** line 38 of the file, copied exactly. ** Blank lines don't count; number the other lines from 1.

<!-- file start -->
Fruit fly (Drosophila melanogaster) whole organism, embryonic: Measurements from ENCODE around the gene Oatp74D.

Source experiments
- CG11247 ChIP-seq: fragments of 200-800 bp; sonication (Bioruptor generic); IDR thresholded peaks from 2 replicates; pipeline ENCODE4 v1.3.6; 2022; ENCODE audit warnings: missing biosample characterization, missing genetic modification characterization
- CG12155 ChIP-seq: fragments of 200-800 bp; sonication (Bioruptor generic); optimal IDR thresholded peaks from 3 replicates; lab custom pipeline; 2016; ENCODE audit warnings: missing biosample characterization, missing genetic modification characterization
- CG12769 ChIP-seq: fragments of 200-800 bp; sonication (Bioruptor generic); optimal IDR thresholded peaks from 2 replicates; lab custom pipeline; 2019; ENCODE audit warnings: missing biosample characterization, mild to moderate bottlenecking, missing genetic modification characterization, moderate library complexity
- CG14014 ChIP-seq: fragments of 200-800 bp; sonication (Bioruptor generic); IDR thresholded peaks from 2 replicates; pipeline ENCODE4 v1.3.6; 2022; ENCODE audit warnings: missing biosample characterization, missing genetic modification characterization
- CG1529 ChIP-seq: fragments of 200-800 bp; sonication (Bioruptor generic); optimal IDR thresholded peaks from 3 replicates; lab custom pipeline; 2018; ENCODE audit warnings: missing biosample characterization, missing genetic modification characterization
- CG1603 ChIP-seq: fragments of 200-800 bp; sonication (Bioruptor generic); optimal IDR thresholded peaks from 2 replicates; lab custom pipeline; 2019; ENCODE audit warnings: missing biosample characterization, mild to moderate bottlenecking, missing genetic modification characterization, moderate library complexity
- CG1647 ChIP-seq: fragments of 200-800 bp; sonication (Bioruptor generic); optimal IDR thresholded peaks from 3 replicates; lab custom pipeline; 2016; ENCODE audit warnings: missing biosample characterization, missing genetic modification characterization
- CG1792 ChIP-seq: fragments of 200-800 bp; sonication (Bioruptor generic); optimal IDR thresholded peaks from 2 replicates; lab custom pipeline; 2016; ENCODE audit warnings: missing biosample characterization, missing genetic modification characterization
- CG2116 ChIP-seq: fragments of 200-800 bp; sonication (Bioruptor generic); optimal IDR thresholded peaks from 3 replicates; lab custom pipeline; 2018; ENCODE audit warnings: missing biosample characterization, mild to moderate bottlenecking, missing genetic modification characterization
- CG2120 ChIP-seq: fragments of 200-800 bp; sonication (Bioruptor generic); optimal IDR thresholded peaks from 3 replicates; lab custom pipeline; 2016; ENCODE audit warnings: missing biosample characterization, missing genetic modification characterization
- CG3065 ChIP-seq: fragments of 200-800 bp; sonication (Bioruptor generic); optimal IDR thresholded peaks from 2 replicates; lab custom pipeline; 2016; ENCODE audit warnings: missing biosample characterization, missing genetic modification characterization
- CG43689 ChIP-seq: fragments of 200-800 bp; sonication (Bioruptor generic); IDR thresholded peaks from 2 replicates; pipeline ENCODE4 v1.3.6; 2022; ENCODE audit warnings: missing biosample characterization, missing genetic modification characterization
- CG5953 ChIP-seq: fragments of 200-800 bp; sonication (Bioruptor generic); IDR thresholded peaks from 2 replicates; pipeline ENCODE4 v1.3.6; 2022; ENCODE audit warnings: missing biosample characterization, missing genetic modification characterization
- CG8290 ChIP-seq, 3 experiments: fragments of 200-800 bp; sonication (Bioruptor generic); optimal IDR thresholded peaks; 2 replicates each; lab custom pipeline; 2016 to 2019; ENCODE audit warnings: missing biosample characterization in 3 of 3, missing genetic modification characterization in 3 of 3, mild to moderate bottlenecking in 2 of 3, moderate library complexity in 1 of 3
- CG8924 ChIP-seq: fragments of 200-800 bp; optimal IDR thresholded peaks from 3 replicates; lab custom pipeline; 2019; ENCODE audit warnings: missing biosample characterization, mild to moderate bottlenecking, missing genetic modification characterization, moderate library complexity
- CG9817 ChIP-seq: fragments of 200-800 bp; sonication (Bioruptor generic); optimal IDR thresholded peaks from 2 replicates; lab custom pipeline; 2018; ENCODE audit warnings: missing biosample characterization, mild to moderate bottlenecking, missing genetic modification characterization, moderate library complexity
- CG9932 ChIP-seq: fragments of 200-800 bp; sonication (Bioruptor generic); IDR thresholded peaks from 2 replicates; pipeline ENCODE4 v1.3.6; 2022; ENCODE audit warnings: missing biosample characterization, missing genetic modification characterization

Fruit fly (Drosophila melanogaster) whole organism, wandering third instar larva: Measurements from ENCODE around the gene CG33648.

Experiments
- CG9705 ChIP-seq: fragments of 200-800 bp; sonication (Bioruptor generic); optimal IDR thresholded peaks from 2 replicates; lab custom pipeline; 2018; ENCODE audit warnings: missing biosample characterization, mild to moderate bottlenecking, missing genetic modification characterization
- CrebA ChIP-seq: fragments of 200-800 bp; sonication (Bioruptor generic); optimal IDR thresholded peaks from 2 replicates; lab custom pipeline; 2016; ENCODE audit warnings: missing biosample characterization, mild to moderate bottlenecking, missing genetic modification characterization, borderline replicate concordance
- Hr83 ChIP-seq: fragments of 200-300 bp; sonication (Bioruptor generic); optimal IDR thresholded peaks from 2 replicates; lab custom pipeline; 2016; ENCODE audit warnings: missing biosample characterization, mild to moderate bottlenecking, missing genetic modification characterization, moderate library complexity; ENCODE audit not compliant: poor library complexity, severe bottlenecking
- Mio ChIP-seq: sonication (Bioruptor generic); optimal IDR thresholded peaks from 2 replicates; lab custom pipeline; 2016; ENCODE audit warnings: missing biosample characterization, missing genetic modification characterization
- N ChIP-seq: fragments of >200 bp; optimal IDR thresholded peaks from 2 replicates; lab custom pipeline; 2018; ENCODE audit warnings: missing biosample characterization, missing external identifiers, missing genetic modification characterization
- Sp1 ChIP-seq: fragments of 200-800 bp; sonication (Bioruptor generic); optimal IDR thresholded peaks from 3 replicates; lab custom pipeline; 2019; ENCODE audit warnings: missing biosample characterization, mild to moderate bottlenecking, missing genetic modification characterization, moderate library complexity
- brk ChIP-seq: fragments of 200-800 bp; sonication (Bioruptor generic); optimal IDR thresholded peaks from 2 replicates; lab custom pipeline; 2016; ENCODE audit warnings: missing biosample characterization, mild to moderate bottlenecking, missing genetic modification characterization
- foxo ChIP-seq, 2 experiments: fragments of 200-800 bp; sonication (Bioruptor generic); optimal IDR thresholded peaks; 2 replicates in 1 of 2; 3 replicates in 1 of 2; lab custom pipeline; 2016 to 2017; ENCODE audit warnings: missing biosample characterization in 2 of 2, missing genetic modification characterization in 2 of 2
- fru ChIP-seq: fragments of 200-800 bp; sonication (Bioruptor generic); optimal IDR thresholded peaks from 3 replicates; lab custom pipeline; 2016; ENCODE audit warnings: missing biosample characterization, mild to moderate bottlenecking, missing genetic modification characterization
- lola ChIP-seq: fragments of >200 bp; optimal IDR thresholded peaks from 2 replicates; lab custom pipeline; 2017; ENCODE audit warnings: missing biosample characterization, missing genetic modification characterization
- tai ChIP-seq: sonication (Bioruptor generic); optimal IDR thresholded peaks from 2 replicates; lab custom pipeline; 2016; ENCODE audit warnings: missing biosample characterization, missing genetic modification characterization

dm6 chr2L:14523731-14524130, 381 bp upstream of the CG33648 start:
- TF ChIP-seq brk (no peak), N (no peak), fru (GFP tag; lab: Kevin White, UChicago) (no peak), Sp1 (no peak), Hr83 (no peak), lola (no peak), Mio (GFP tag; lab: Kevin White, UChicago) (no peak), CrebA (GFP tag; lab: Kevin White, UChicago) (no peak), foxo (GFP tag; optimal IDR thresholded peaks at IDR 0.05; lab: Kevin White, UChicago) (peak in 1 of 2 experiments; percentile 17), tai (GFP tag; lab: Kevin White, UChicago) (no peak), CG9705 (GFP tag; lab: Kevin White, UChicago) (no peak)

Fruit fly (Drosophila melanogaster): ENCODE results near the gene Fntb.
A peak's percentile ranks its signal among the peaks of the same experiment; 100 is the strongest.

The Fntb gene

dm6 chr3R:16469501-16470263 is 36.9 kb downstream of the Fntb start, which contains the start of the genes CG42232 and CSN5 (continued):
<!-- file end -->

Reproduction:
dm6 chr3R:16469501-16470263 is 36.9 kb downstream of the Fntb start, which contains the start of the genes CG42232 and CSN5 (continued):